Wednesday, April 13, 2011

THE KEEPERS’COMPANIONS The Untold Side Of Lighthouse Life

Visitors to the picturesque Owls Head light station who do not know the whole story, are often mystified by this simple granite marker placed on the green hillside beneath the stubby light tower. It was added by admirers many years after the death of the dog who was actually buried some distance away, but close to the bell with which his life was associated.

By the birth of the 20th century, more than 1800 lighthouses ringed the approaches to North America; vital guides to navigation and outposts of maritime safety. Before the days of electricity and automation, these lights were manned by employees of the U.S. Lighthouse Service, often families living in or near the light they maintained and operated, almost always remote from the “outside world” and dependent upon their own skills of self-reliance. It was a lonely and dangerous life, especially for those families who endured the isolation of an offshore island existence. Not only were they required to haul taxing quantities of whale oil, (or coal oil) from storage shed to lantern room, where the lenses had to be cleaned and maintained in all kinds of weather, but they were largely responsible for their own food and well-being. In some cases, the supply ships from the Lighthouse Service called to drop off supplies only three or four times a year.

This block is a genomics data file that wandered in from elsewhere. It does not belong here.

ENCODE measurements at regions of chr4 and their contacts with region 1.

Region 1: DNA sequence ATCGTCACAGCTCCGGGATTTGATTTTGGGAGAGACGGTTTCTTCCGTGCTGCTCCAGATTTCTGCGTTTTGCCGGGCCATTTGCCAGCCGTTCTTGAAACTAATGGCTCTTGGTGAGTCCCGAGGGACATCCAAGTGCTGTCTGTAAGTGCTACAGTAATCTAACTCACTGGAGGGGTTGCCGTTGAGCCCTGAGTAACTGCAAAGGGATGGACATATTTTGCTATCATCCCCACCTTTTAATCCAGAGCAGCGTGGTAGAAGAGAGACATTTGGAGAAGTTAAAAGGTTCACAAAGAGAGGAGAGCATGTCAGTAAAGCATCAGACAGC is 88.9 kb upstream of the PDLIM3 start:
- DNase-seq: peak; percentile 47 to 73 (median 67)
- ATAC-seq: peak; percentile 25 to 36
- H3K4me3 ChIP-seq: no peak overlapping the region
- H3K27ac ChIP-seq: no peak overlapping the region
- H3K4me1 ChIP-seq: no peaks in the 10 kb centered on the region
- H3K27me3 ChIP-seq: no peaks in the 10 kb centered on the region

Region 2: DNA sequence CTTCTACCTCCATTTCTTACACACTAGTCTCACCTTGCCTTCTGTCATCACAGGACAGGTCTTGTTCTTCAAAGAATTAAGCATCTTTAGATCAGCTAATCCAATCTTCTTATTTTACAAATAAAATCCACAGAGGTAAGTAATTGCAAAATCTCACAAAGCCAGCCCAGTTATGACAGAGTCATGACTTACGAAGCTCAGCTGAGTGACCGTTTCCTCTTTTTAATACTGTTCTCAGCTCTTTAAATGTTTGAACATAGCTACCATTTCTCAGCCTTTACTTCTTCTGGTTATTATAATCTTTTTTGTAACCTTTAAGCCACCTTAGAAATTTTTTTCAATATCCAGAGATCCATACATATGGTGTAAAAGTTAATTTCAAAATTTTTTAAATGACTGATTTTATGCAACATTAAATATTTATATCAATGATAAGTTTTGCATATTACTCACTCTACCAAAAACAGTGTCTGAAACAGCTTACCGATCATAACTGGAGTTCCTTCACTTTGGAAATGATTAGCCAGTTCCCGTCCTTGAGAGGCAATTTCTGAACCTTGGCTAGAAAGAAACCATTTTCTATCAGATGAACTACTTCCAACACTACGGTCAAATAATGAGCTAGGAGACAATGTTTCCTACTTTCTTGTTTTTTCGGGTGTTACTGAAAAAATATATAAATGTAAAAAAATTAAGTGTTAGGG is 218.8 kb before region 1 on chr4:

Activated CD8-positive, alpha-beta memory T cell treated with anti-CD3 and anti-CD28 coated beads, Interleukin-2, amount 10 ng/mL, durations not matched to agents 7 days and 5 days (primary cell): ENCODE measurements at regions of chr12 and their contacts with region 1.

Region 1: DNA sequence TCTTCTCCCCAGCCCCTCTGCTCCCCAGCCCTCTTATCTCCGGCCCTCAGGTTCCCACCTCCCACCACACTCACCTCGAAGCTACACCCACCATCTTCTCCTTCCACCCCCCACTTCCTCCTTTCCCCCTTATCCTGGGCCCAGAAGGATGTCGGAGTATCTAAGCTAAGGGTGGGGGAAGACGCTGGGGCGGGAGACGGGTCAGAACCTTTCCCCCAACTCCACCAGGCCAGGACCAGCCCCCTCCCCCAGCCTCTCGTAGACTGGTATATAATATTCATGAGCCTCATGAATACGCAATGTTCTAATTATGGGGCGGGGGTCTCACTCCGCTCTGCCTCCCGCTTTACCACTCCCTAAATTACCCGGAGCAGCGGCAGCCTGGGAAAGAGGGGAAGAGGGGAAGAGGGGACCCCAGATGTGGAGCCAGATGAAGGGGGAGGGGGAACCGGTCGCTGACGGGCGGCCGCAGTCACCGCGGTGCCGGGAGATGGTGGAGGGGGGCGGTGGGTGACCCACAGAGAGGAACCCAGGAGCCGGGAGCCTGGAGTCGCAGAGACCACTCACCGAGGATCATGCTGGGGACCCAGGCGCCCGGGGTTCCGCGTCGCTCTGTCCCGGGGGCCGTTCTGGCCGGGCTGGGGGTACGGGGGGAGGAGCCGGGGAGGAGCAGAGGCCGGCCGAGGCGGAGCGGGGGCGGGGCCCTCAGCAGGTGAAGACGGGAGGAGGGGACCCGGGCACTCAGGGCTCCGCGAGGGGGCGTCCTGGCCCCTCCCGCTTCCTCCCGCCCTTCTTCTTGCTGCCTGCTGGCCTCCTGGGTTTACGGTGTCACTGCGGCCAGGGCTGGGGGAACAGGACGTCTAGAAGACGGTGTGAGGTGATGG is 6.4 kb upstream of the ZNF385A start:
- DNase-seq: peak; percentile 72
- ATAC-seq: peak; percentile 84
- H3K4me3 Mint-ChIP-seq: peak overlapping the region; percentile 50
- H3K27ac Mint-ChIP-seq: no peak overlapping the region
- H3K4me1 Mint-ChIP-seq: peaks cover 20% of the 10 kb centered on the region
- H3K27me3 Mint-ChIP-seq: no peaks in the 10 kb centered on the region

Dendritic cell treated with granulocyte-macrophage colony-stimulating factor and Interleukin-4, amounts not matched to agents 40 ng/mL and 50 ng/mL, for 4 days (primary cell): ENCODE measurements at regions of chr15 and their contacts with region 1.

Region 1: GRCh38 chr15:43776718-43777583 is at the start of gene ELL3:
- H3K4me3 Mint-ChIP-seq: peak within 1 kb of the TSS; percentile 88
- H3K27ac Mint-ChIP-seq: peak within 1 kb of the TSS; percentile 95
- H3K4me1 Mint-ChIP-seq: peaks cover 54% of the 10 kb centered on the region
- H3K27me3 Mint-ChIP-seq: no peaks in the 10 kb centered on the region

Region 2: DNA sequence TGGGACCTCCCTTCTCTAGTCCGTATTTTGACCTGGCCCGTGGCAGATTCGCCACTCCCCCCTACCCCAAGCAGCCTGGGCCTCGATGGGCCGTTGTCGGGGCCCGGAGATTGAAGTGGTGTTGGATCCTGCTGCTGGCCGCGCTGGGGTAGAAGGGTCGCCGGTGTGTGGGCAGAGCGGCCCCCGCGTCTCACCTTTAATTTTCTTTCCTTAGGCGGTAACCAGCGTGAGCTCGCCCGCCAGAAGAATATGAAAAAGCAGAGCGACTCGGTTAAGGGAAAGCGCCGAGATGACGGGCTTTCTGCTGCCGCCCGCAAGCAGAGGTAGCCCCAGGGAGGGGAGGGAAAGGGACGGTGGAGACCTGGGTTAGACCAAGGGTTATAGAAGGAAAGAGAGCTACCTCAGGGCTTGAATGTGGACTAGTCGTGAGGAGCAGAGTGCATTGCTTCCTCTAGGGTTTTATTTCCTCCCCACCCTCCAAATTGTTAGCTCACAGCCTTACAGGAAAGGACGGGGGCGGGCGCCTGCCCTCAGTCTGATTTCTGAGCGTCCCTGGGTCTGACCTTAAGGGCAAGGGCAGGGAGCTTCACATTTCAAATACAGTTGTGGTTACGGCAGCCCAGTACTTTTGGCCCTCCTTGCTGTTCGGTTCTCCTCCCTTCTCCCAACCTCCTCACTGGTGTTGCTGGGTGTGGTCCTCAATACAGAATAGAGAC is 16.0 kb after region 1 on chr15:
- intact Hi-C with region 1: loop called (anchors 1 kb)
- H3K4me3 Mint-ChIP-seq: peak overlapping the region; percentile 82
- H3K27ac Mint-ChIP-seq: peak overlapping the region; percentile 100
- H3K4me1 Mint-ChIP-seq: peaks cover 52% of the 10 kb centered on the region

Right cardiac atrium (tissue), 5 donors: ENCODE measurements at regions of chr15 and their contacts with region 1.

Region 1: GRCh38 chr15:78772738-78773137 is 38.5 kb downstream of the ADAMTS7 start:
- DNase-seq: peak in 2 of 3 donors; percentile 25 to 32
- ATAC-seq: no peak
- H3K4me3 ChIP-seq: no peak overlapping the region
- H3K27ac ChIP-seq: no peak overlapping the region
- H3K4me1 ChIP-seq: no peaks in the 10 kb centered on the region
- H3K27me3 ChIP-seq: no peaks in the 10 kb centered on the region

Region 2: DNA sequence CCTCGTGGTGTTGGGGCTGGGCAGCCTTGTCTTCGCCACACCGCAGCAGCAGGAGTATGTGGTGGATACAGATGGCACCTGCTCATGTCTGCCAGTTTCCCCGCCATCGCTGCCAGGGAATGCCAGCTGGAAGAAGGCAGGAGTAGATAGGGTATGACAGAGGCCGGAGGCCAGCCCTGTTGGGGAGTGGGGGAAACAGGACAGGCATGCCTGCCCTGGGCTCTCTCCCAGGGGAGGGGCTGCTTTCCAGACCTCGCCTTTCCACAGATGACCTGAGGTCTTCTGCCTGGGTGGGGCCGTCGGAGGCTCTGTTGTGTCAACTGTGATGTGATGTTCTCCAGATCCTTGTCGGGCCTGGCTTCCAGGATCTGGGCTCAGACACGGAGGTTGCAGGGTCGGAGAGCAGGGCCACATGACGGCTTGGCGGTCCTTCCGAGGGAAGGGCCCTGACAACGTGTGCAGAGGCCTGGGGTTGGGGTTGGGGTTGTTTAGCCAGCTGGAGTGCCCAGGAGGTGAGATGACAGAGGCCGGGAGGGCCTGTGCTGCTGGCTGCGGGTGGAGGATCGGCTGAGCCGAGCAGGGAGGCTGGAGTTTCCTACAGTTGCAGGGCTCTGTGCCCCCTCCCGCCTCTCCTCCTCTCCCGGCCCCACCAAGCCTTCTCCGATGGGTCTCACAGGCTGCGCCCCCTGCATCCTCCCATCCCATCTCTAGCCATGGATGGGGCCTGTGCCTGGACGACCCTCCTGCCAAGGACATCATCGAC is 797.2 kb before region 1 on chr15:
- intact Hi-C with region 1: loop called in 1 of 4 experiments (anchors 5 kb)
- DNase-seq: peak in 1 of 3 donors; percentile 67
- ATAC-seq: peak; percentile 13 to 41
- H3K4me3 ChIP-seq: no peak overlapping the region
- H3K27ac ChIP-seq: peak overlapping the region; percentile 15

Babies were born, raised and schooled at such remote stations, and so it was not unusual to have a milking cow as a “family member”. John Grant, the tenth keeper of distant Matinicus Rock off Maine’s mid-coast, brought a cow named “Daisy” on a six-mile boat ride from Matinicus Island to “the rock”, where only a few blades of grass dared to survive. “Daisy” made friends with a rabbit, and the two played together until the rabbit died. Left alone, the cow would often be seen gazing wistfully toward the distant shore, bellowing sadly. In other cases, a cow would be required to swim on her own to an offshore island, towed by a small boat.
Next to chickens in fact, a family cow was most often the companion of a lighthouse family, and in the case of the Mobile Middle Bay Light in 1916, the cow needed for a newborn baby’s welfare had no pasture at all: This was an octagonal “screw-pole” lighthouse built on steel posts driven into the bay, and the cow was confined to a wooden platform deck fastened just beneath the light and living quarters!
In 1900, a severe winter gale drove the schooner Clara Bella onto the rocks of Maine’s “Two Bush Island”, near the lighthouse where keeper Norton was unaware of the event due to the noises of the storm. His barking dog “Smut” however, led him to the rocky site, bringing about the rescue of the boat’s crew, who embraced the dog in overflowing gratitude.